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Python concurrency: asyncio for threading users

Matt vollrath

By Matt Vollrath
October 5, 2020

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You’ve probably heard this classic software engineering mantra:

Concurrency is hard.

The undeniable fact is that an entire category of software bugs, known for being elusive and frustrating to reproduce, is gated behind the introduction of concurrency to a project. Race conditions, mutual exclusion, deadlock, and starvation, to name a few.

Most programming languages with concurrency features ship with some or all of the classical concurrency primitives: threads, locks, events, semaphores, mutexes, thread-safe queues, and so on. While practically any concurrency problem can be solved with this toolkit, let me share a relevant life mantra:

Just because you can doesn’t mean you should.

In the case of Python, you have access to a standard library alternative to threading, which factors out many of the trickier parts of concurrent programming: asyncio. Many existing applications of Python threads can be replaced by asyncio coroutines, potentially eliminating many of the difficulties of concurrency.

Understanding the differences between asyncio and threading can help you make informed choices about which to apply and when, so let’s take a closer look.

The Python GIL

Any discussion of Python concurrency should mention Python’s GIL, or Global Interpreter Lock. The GIL ensures that only one thread may be executing Python code at a time. A. Jesse Jiryu Davis writes a succinct description of how the GIL affects Python threads:

One thread runs Python, while N others sleep or await I/O.

Once a thread has acquired the GIL, there are two ways it can release the GIL for another thread to acquire:

  1. Reaching a point in the script where it is sleeping, ending, waiting for I/O, or executing native code which explicitly releases the GIL. For example, calling time.sleep(0) forces a thread to release the GIL without ending the thread.
  2. After executing for some amount of time and/or instructions, a thread may be forced to release the GIL for another thread to have a turn. Interrupting a thread in this way is preemption.

A Contrived Example of Thread Preemption

Here I will set up a concurrency toy to demonstrate some characteristics of Python threading. One thread will increment a list of numbers in a for loop. The other thread will, roughly once per second, check the consistency of the list (all numbers are equal) and print a message. Observant readers can probably imagine a better non-threading solution to this problem, but allow me to entertain you.

All posted results are from running the examples in Python 3.8.6 in a Docker container on a laptop. Your results may vary.

Here is the naive approach, without any attempt at synchronization:

import threading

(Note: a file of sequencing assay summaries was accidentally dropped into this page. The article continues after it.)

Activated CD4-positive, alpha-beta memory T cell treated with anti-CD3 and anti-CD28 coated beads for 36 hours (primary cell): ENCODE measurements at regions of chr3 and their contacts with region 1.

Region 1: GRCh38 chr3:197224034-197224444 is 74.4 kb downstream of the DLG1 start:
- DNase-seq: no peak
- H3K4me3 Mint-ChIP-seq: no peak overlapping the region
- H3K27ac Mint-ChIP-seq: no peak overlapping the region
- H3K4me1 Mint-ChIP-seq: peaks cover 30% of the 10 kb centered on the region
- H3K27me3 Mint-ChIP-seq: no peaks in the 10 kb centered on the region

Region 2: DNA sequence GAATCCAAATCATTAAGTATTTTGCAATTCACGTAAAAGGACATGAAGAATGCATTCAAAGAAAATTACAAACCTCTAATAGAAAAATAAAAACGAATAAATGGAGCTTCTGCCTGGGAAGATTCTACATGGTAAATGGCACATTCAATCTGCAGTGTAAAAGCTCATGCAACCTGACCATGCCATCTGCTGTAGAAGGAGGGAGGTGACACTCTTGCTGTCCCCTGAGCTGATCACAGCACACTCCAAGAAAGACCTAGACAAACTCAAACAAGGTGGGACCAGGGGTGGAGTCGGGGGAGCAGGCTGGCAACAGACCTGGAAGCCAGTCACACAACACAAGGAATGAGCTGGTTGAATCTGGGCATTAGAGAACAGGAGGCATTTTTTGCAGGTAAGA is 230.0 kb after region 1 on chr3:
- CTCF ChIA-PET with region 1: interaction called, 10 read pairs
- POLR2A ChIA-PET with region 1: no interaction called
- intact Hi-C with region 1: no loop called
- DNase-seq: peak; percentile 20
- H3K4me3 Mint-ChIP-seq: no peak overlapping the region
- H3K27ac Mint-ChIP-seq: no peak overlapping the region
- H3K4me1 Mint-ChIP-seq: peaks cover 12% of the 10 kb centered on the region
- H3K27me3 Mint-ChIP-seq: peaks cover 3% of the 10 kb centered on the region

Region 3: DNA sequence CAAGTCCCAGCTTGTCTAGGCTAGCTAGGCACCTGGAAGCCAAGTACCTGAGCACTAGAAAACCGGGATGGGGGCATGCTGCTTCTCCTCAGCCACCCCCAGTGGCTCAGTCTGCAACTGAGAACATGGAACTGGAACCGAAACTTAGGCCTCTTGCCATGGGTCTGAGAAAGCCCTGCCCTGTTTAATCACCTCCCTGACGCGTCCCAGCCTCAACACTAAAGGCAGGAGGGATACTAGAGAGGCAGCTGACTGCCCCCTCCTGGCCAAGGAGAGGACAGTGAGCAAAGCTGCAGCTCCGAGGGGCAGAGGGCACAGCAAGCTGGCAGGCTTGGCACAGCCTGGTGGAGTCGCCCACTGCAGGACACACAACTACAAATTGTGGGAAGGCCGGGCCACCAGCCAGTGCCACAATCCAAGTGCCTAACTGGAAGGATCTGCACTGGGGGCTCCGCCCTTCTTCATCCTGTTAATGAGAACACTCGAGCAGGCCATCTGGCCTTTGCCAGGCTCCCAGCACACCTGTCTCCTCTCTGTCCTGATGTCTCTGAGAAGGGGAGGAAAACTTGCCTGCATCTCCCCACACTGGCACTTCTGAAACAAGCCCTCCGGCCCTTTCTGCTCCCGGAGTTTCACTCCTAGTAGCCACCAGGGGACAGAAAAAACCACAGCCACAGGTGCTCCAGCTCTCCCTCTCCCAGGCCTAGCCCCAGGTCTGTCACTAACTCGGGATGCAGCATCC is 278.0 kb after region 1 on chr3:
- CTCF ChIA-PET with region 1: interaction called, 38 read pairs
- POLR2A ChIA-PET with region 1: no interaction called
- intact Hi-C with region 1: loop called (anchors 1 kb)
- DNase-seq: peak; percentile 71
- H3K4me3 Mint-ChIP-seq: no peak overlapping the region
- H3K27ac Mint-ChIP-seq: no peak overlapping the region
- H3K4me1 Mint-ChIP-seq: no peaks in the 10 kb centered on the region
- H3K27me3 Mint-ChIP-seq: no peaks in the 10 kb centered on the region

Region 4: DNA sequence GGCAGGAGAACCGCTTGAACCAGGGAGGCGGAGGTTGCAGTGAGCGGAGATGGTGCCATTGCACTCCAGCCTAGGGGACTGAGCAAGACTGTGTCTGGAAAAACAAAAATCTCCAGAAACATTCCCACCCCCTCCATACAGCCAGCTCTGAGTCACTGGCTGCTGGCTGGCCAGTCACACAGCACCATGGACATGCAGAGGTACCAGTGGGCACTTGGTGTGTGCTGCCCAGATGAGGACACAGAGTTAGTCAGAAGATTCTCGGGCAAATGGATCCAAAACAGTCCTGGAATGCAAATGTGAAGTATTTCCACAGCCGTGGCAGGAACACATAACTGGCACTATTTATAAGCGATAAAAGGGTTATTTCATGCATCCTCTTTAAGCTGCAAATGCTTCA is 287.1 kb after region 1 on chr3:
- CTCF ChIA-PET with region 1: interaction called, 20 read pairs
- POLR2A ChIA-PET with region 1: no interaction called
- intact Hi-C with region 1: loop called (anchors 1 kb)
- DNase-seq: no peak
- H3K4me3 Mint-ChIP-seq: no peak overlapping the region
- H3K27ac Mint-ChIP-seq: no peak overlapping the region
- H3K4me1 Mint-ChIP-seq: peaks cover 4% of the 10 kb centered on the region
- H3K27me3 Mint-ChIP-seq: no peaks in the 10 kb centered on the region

import time

SIZE = 100000


class Counter():
  def __init__(self):
    self.values = [0] * SIZE

  def count(self):
    while True:
      for i in range(SIZE):
        self.values[i] += 1

  def heartbeat(self):
    t0 = time.monotonic()

    while True:
      time.sleep(1.0)

      # Check for consistency.
      for i in range(SIZE):
        assert self.values[i] == self.values[0], f'Value at index {i} is inconsistent'

      now = time.monotonic()
      print(f'All values are {self.values[0]} at +{now - t0:.5f}s')


if __name__ == '__main__':
  counter = Counter()

  t_count = threading.Thread(target=counter.count, daemon=True)
  t_count.start()

  t_heartbeat = threading.Thread(target=counter.heartbeat, daemon=True)
  t_heartbeat.start()

  print('Press Ctrl+C to end')

  # Wait for Ctrl+C or heartbeat crash.
  t_heartbeat.join()

If you run this code a few times, you’ll notice that you might get a few heartbeat messages (if you’re lucky), then the script crashes because the consistency check failed. Because the counter thread can be preempted at any time, this can include between value increments in the for loop. Similarly, the heartbeat thread can be preempted in the middle of its consistency check.

Threads can be very rude when left alone. We can prevent threads racing for access to shared state by using a Lock, which can only be held by one thread at a time:

class Counter():
  def __init__(self):
    self.values_lock = threading.Lock()
    self.values = [0] * SIZE

  def count(self):
    while True:
      with self.values_lock:
        for i in range(SIZE):
          self.values[i] += 1

  def heartbeat(self):
    t0 = time.monotonic()

    while True:
      time.sleep(1.0)

      # Check for consistency.
      with self.values_lock:
        for i in range(SIZE):
          assert self.values[i] == self.values[0], f'Value at index {i} is inconsistent'

      now = time.monotonic()
      print(f'All values are {self.values[0]} at +{now - t0:.5f}s')
All values are 693 at +9.12154s
All values are 797 at +10.60691s
All values are 877 at +11.83219s
All values are 957 at +13.04729s
All values are 1036 at +14.27122s
All values are 1157 at +16.15205s

When you run this code you may notice that the consistency check never fails, but the timing of the heartbeat message is not as consistent as we would like. In fact, it may be several seconds before you see a heartbeat message. There is a lot of timing jitter, which is deviation from the expected time interval. There is also a lot of drift, which is accumulated jitter.

This is happening because there is no guarantee that the counter thread will release the GIL while values_lock is available, or that values_lock won’t be acquired again by the counter thread immediately after releasing it.